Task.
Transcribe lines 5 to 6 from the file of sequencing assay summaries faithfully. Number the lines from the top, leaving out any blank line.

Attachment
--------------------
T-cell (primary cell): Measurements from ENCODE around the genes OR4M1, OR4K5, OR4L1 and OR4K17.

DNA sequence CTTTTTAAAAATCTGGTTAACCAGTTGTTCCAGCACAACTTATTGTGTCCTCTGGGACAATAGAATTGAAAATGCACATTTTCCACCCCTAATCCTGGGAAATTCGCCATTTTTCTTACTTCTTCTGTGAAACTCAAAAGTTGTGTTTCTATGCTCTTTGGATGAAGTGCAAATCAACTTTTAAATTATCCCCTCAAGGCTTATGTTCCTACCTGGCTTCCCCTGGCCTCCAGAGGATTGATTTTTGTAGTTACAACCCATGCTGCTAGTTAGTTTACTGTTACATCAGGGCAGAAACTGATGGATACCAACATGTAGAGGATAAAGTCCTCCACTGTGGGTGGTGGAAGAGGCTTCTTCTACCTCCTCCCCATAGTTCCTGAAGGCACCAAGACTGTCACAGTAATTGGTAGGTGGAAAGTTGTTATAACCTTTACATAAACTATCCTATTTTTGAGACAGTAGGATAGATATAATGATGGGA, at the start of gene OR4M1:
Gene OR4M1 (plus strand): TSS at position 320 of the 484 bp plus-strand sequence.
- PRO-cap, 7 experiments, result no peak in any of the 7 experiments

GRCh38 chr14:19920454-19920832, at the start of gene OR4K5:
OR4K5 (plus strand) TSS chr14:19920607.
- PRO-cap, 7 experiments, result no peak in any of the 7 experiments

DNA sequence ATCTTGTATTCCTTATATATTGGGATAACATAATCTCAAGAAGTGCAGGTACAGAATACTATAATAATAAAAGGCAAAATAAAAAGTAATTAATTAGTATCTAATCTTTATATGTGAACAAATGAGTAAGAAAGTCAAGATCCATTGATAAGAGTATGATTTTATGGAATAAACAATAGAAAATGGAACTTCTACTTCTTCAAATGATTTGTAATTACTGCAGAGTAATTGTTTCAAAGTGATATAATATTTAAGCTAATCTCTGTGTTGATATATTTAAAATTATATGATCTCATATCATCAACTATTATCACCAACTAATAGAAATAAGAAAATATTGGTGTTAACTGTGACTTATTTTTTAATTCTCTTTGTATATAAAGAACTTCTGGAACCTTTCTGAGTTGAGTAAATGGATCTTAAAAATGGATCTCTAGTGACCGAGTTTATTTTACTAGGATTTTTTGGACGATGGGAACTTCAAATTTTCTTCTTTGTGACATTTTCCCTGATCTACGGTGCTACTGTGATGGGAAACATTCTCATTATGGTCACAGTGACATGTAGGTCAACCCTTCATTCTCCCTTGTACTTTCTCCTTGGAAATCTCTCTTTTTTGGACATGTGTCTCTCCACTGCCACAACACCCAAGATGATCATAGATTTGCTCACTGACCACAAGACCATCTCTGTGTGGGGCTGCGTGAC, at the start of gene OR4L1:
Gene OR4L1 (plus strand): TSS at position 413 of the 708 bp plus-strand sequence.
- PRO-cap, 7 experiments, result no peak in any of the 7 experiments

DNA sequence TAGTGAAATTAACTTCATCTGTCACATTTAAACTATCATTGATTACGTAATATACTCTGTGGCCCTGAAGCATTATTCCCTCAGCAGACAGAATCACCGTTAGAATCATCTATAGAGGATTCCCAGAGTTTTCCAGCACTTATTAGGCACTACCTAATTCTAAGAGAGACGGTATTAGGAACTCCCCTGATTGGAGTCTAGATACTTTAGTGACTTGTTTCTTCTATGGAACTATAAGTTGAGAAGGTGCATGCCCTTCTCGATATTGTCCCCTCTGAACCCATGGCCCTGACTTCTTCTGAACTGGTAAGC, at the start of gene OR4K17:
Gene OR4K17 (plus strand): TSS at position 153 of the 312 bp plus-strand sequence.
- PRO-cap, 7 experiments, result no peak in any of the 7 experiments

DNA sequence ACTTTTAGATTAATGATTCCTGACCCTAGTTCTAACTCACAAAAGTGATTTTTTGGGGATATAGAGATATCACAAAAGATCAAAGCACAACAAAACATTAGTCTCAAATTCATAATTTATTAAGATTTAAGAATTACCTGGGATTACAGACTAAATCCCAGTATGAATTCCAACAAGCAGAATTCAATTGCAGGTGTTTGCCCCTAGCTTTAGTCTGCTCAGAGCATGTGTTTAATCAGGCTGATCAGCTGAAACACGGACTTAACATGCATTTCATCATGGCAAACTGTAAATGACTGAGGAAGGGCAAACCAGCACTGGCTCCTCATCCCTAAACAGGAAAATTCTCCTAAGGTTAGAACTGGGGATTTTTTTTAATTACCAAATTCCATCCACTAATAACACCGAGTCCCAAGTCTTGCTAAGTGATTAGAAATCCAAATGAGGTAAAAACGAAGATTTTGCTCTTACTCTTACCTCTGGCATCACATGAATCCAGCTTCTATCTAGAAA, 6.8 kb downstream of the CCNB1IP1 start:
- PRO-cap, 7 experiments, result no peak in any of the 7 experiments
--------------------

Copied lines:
GRCh38 chr14:19920454-19920832, at the start of gene OR4K5:
OR4K5 (plus strand) TSS chr14:19920607.